February 1999
Updated January 2012

Tips for first-time skiers (and instructors of first-time skiers)

Skiing is not a sport for everyone, there are many who simply won't enjoy it. However, many people who try skiing once and then never again were not given a fair chance, because they were brought by a "friend" who probably made no serious effort to give them the basic information they needed to avoid being miserable.

Here then is a list of advice for a new skier. It can also be used by would-be instructors to help you give a novice the best possible skiing experience.


As a beginner, you should have reasonable expectations about your first day out. Hopefully, many of the things below will give you a better idea of what to expect. But there are some important basics to be prepared for. The good news is that after the first day or two, most of these problems go away. And even on the first couple of days, you can still find a lot of space for enjoyment, but that depends on a host of other important details. How good or bad your first day is depends on understanding and following the advice below.


The biggest complaint of the complete novice is cold feet. Or sore feet. Or cut off circulation. This is because the boots you are using don't fit. It is very important to get boots that fit, and not easy to do.

Boots should allow you to wiggle your toes. If you can't wiggle your toes, then your feet will be cold. But, boots should not allow you to turn your foot side-to-side within the boot. If you can turn your foot inside the boot, you won't have a chance to control your skis.

Of course, getting exactly between those two parameters generally requires your own boots, and a custom fit, so as a compromise, maybe you can wiggle your toes, but with effort. Or maybe your foot moves side-to-side, but only slightly. Try several pairs of boots your first time - not every boot marked the same size is actually the same size (even if they are the same brand and model). This extra effort will be annoying, but worth it.

Better yet, rent your equipment from a ski shop a day in advance of your first ski experience. You won't feel rushed, and they should have a wider variety of boots to let you try, as well as much better advice about fit.


Properly fitting ski boots are warm. Very warm. Completely warm. Do NOT wear very thick socks, or more than one pair of socks inside your boots. If you are too stuffed with socks, you'll lose circulation and your feet will be cold (again, make sure you can wiggle your toes).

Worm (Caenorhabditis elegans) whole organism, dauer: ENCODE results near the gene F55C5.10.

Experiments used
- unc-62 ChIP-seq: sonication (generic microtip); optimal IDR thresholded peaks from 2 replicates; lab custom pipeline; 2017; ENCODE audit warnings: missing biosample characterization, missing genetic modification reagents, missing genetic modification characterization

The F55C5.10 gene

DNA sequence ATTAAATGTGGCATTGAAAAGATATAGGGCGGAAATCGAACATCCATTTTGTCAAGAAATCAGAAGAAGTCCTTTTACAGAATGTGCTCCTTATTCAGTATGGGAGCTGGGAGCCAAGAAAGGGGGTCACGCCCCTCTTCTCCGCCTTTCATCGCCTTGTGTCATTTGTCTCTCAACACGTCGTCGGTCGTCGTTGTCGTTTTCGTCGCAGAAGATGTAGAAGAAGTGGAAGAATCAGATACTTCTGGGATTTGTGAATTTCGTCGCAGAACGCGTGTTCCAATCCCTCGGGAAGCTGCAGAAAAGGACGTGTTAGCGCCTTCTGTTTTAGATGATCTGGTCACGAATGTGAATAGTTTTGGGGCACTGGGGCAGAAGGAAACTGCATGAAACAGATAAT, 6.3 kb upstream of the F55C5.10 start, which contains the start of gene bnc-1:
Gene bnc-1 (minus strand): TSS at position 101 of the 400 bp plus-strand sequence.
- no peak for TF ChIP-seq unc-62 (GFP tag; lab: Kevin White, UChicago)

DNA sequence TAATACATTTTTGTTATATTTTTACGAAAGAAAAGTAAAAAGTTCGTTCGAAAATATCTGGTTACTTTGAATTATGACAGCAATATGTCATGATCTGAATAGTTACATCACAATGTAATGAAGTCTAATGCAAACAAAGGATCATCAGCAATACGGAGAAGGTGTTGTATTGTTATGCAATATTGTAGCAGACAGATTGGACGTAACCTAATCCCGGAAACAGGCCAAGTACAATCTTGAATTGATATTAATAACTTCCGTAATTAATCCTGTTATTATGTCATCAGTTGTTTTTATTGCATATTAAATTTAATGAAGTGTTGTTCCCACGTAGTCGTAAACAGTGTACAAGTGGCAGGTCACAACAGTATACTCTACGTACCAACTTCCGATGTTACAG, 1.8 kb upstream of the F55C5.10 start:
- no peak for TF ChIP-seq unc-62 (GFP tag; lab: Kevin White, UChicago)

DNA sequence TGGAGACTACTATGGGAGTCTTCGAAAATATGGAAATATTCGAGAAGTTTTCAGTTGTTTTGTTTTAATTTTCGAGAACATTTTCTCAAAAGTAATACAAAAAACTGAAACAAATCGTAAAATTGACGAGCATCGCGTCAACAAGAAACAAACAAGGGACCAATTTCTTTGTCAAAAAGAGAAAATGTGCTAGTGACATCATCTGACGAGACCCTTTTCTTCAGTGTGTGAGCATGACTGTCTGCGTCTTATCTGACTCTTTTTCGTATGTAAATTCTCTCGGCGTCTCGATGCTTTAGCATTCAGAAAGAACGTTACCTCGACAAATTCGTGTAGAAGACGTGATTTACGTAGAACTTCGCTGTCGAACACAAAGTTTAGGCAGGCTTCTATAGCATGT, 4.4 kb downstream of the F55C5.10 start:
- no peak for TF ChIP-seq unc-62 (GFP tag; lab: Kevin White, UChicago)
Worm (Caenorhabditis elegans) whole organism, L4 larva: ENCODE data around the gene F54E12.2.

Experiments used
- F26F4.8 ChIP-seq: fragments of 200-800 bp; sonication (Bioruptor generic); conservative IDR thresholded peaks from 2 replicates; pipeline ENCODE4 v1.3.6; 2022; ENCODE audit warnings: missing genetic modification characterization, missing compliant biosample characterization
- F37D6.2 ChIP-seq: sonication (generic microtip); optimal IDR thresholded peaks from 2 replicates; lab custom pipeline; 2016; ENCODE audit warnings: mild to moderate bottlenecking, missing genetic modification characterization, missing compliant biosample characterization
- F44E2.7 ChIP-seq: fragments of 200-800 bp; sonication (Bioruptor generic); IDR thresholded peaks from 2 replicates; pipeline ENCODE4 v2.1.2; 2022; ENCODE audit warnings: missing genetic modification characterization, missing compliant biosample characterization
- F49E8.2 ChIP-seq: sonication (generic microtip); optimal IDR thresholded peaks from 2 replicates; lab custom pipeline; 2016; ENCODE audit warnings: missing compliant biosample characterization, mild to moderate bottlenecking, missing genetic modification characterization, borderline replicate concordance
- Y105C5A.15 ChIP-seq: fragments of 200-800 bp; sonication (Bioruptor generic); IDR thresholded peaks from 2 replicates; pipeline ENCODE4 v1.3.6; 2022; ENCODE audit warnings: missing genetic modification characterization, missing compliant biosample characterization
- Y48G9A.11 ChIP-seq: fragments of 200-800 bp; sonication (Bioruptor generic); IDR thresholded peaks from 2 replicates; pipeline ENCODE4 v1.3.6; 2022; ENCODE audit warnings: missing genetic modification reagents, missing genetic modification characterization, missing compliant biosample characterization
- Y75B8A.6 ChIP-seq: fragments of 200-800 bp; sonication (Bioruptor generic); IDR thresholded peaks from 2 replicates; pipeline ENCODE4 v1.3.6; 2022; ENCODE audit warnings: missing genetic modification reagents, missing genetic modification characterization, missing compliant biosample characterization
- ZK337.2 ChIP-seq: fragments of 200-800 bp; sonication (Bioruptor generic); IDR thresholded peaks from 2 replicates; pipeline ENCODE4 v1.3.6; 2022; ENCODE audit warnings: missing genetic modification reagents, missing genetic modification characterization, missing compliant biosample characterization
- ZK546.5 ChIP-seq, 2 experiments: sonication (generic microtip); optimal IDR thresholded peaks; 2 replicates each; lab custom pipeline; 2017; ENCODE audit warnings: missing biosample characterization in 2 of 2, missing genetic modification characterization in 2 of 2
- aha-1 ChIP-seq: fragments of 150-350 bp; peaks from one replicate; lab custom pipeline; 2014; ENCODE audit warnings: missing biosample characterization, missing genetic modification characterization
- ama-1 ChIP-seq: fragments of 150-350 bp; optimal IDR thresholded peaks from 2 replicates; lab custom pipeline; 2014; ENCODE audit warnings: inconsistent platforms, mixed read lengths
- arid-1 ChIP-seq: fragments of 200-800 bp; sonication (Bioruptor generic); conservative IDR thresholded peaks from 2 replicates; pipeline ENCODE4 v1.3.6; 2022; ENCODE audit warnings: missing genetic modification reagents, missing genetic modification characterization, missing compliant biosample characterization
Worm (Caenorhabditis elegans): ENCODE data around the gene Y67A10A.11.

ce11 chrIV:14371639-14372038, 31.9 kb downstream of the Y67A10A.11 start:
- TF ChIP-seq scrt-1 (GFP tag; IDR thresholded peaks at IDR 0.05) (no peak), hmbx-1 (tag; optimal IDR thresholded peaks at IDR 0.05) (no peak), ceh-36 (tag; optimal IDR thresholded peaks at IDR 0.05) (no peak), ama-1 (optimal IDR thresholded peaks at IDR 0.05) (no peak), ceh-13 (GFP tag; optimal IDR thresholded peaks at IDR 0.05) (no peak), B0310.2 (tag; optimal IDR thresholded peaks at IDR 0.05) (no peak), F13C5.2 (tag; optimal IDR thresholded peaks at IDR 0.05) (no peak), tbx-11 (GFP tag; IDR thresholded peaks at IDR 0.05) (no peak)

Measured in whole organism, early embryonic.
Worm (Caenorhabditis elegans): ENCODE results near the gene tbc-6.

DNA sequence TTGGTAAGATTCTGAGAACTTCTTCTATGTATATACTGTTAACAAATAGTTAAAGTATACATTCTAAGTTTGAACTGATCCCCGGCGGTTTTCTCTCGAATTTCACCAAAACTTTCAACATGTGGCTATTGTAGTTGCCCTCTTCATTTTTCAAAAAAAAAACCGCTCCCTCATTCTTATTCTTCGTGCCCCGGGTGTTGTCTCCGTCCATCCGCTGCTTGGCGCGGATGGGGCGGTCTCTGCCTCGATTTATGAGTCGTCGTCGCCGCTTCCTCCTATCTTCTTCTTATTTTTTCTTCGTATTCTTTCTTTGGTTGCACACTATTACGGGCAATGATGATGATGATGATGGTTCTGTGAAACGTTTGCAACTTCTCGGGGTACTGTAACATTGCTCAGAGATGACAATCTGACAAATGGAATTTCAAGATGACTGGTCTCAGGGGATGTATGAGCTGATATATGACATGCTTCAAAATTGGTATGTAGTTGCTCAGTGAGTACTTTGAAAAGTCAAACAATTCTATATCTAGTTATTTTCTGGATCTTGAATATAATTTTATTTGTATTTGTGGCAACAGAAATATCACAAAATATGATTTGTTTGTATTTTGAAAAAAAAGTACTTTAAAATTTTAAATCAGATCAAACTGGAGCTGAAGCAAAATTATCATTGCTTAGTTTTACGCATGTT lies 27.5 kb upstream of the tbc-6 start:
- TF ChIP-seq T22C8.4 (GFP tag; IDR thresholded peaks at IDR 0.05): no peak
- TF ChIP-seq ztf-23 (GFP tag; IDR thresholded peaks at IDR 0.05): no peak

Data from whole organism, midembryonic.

If you didn't rent your boots in advance, finding a good fit will be a problem. Socks can help here. Bring two pairs of socks for your first outing, a thin pair, and a medium-thick pair. Then choose the socks based on how the boots seem to be fitting. You may even find you wear a thin sock on one foot and a thicker sock on the other, because the boots won't match exactly.


Do NOT wear jeans, or sweatpants. You will be falling down in snow, and even if it is cold enough to be dry snow, some of it will stick to you and melt. If you get wet, it's over. There's no chance to stay warm.

At least wear shells (nylon waterproof pants with no padding or insulation). But I recommend thick ski pants for beginners. This is for the padding more than for the cold. A beginner will fall enough that even if the snow is soft, they may get bruised without padding. The ski pants will also help keep your butt warm on the lift.

Similarly, your jacket should also be waterproof. It doesn't matter how heavy it is. Just wear layers. That way you can add or remove layers as needed. I also recommend a zippered jacket, not a pullover. If you can open the jacket when you're hot, then you won't sweat too much (if you sweat too much, and then get cold, you'll never be warm again).

Gloves must also be waterproof. If they are lightweight gloves, you'll probably want a liner. If gloves are too tight, it will reduce circulation and your hands will be cold. Some heaver gloves may start tight, and then open up as the insulation stretches. I've found that using liners for a few minutes to start, and then removing them can stretch gloves open so that they are warmer.


When I originally wrote this, helmets were not very common on the ski slopes. I'd generally only see the racers wearing them. We never wore helmets, even after I witnessed a friend having seizures on the slopes after falling and hitting is head on some ice. Even after Sonny Bono died on the slopes. And more recently, Natasha Richardson died of a head injury sustained during a fall which did not seem unusually hard.

Now (in 2012), things have changed. Helmets are becoming standard equipment. A helmet will protect your head, protect you from seizures, protect you from death, keep your head warm, and because they're much more common, you won't look like a dork. So wear one.